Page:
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Passing of Dorothy Height: What future for civil rights movement?

Internecine fighting and the passing of icons like Dorothy Height and Benjamin Hooks indicate a civil rights movement unmoored from its past. Its search for relevance is coming to a head.

In a 1964 file photo, from left, James Farmer, national director of the Congress of Racial Equality; Whitney M. Young, Jr., executive director of the National Urban League; Dorothy Height of the National Council of Negro Women, talk to reporters after meeting with President Lyndon Johnson. Height, a leading female voice of the 1960s civil rights movement, died Tuesday.

AP/File

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Known for her colorful hats and regal air, Dorothy Height stood on podiums with Martin Luther King Jr., Rep. John Lewis, and spoke at the Million Man March. Called a "national treasure" for her role in the civil rights movement, Ms. Height died Tuesday at age 98.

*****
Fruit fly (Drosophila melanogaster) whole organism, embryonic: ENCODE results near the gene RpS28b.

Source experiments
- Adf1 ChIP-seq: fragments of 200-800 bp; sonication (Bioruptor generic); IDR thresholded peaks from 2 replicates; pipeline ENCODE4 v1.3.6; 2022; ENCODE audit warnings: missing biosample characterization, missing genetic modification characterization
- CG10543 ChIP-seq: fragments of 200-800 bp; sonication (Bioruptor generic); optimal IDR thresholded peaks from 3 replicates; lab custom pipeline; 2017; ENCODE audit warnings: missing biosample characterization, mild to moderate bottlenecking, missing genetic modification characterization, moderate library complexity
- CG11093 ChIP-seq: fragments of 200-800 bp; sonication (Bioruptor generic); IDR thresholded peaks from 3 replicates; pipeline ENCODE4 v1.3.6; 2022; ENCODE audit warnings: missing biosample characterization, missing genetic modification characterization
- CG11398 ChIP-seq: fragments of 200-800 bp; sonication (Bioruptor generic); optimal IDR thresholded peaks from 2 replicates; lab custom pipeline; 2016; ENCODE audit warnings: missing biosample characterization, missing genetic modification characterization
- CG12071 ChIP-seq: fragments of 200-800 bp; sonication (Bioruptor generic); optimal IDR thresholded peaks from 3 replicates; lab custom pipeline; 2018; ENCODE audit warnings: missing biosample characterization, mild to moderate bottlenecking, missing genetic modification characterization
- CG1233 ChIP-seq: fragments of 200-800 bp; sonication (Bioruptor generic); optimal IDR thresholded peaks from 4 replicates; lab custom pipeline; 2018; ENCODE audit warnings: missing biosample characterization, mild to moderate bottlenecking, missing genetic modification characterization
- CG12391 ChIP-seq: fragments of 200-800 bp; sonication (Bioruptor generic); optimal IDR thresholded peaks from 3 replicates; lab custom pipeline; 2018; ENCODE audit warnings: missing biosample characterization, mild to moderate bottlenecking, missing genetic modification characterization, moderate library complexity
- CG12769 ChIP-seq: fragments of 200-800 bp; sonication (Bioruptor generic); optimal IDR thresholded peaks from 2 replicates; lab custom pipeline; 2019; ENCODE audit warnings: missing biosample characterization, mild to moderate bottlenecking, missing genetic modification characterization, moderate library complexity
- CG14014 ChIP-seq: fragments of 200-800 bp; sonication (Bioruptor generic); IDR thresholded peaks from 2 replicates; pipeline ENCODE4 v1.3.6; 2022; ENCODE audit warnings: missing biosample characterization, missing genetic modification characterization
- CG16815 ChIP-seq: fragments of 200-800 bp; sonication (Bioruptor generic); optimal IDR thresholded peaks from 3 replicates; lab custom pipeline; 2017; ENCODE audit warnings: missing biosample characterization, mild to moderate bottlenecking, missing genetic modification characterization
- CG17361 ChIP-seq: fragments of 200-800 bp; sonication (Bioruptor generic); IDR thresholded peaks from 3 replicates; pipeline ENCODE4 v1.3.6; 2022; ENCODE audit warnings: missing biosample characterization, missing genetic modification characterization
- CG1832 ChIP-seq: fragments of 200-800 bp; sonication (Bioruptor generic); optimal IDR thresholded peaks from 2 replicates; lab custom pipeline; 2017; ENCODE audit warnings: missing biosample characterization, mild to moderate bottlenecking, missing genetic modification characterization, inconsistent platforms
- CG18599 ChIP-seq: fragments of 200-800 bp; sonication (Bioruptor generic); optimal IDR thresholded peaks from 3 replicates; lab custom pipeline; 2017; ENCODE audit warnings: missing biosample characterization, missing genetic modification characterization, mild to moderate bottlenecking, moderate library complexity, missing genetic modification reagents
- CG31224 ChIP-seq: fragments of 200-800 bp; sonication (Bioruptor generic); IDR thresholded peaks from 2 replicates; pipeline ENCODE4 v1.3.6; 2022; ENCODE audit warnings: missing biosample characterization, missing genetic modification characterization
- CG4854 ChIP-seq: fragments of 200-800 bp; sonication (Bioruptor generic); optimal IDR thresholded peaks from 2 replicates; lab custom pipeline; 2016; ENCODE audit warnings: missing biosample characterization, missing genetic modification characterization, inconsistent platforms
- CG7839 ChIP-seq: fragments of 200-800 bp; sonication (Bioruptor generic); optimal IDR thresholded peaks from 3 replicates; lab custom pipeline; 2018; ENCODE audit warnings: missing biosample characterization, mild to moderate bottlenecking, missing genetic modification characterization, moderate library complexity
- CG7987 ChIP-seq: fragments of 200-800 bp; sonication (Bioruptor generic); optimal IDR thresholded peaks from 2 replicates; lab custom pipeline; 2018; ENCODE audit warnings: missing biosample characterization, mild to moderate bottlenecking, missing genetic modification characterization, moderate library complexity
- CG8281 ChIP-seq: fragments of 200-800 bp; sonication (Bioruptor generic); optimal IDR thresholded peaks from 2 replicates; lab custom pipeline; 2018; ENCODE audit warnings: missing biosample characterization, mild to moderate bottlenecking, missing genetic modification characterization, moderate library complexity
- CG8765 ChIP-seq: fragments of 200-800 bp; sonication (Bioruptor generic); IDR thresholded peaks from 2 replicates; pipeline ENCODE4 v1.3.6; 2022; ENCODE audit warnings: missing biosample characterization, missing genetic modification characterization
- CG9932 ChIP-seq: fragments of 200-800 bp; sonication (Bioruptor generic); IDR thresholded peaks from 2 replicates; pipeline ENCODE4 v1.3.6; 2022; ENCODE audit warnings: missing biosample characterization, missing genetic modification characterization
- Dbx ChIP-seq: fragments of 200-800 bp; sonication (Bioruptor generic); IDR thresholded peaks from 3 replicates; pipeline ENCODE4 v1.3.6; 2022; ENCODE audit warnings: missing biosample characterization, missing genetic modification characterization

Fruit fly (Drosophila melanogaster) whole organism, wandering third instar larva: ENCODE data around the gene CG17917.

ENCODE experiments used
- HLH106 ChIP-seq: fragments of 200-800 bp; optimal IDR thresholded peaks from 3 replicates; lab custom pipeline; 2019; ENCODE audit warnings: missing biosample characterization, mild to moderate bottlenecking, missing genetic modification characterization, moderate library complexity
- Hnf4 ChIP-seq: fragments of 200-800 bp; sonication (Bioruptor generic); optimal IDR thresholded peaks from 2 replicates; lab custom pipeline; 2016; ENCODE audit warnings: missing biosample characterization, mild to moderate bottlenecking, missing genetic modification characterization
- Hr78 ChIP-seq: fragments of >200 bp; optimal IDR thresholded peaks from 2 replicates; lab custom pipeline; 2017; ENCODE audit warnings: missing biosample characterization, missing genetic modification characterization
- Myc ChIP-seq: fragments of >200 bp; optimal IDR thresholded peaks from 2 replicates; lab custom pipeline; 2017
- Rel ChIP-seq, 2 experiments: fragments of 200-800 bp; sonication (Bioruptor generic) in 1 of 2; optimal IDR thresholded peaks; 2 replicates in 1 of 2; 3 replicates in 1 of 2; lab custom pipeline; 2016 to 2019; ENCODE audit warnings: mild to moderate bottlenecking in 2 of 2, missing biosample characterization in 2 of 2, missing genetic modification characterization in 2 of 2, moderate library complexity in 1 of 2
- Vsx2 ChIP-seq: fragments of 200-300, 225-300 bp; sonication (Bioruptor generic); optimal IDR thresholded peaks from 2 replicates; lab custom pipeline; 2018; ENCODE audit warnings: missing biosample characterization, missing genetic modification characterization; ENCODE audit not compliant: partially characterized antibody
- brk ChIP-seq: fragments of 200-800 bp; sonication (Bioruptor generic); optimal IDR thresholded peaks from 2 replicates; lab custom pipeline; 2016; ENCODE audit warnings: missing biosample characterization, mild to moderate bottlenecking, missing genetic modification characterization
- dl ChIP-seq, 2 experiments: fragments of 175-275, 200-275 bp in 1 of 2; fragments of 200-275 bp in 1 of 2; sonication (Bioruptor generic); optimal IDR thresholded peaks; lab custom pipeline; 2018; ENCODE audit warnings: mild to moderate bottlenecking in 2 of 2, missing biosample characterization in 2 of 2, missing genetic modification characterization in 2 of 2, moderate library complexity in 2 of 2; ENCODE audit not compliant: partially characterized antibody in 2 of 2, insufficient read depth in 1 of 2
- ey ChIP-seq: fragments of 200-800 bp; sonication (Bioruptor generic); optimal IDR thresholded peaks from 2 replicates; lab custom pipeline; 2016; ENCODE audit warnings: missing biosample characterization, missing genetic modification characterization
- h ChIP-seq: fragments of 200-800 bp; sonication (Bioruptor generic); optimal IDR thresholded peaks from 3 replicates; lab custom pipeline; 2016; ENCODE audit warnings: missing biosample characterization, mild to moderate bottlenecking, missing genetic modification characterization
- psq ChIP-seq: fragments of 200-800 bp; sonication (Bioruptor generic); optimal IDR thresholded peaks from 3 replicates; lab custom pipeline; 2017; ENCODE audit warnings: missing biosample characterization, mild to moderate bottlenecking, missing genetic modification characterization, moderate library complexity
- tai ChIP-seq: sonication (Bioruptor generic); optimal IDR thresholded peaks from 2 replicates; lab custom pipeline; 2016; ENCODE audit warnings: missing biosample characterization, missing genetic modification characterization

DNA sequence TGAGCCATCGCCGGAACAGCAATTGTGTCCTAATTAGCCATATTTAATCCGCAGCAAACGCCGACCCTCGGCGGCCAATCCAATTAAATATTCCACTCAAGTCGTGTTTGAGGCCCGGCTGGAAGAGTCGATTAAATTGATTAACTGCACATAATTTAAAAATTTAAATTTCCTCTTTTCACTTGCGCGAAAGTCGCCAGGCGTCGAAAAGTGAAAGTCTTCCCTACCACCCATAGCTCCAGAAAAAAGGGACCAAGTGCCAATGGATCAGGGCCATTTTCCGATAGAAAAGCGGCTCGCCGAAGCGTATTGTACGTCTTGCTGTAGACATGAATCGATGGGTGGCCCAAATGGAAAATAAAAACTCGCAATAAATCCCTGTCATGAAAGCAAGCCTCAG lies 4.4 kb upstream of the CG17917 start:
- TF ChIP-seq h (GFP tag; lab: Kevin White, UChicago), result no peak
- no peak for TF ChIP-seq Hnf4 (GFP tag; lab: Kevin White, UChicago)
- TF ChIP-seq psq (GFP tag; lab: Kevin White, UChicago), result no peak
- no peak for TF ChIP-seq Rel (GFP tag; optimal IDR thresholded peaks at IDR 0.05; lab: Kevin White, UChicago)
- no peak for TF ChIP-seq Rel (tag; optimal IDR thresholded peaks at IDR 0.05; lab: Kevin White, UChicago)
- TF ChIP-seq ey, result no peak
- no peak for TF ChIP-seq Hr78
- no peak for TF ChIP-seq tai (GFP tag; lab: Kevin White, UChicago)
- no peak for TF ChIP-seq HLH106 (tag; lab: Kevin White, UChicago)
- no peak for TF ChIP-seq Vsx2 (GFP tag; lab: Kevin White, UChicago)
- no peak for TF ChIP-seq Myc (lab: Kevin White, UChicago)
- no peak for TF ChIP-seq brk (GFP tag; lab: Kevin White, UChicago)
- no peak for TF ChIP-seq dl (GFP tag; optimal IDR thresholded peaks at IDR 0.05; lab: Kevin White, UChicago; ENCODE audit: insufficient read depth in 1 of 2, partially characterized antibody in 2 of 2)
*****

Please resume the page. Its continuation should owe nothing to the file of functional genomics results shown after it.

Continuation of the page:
Coming a week after the death of former NAACP president Benjamin Hooks, Height's passing is part of a wrenching generational shift in a civil rights movement fighting to stay relevant in an America that has elected its first black president.

But as those who faced police batons and fire hoses fade from the scene and groups like Martin Luther King Jr.'s Southern Christian Leadership Conference face internal coups, there is also hope for a new generation of black activists to influence popularly elected black leaders like Barack Obama in the fight against what one political scientist calls America's "residual racism."

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